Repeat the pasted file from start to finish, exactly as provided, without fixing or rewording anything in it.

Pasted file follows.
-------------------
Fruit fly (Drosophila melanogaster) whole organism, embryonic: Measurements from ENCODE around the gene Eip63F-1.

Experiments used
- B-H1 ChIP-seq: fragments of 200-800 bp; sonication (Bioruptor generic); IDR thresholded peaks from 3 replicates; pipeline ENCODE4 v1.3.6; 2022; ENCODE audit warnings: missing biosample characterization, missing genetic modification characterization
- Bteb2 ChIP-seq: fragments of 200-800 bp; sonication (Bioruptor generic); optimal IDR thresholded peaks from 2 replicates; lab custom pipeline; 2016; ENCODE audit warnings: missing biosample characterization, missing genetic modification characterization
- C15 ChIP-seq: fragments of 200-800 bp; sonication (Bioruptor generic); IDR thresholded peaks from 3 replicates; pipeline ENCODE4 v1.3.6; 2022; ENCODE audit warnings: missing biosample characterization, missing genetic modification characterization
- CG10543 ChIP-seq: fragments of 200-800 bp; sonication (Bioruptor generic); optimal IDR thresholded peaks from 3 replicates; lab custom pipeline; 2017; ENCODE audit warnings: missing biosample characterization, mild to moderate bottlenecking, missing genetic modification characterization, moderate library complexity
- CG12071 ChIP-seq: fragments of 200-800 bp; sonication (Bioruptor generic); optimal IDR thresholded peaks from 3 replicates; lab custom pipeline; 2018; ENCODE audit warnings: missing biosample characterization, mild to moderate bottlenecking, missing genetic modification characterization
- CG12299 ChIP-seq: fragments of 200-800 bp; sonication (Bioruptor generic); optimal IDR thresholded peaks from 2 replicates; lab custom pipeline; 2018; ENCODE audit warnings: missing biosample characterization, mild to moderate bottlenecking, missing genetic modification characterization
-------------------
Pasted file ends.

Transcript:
Fruit fly (Drosophila melanogaster) whole organism, embryonic: Measurements from ENCODE around the gene Eip63F-1.

Experiments used
- B-H1 ChIP-seq: fragments of 200-800 bp; sonication (Bioruptor generic); IDR thresholded peaks from 3 replicates; pipeline ENCODE4 v1.3.6; 2022; ENCODE audit warnings: missing biosample characterization, missing genetic modification characterization
- Bteb2 ChIP-seq: fragments of 200-800 bp; sonication (Bioruptor generic); optimal IDR thresholded peaks from 2 replicates; lab custom pipeline; 2016; ENCODE audit warnings: missing biosample characterization, missing genetic modification characterization
- C15 ChIP-seq: fragments of 200-800 bp; sonication (Bioruptor generic); IDR thresholded peaks from 3 replicates; pipeline ENCODE4 v1.3.6; 2022; ENCODE audit warnings: missing biosample characterization, missing genetic modification characterization
- CG10543 ChIP-seq: fragments of 200-800 bp; sonication (Bioruptor generic); optimal IDR thresholded peaks from 3 replicates; lab custom pipeline; 2017; ENCODE audit warnings: missing biosample characterization, mild to moderate bottlenecking, missing genetic modification characterization, moderate library complexity
- CG12071 ChIP-seq: fragments of 200-800 bp; sonication (Bioruptor generic); optimal IDR thresholded peaks from 3 replicates; lab custom pipeline; 2018; ENCODE audit warnings: missing biosample characterization, mild to moderate bottlenecking, missing genetic modification characterization
- CG12299 ChIP-seq: fragments of 200-800 bp; sonication (Bioruptor generic); optimal IDR thresholded peaks from 2 replicates; lab custom pipeline; 2018; ENCODE audit warnings: missing biosample characterization, mild to moderate bottlenecking, missing genetic modification characterization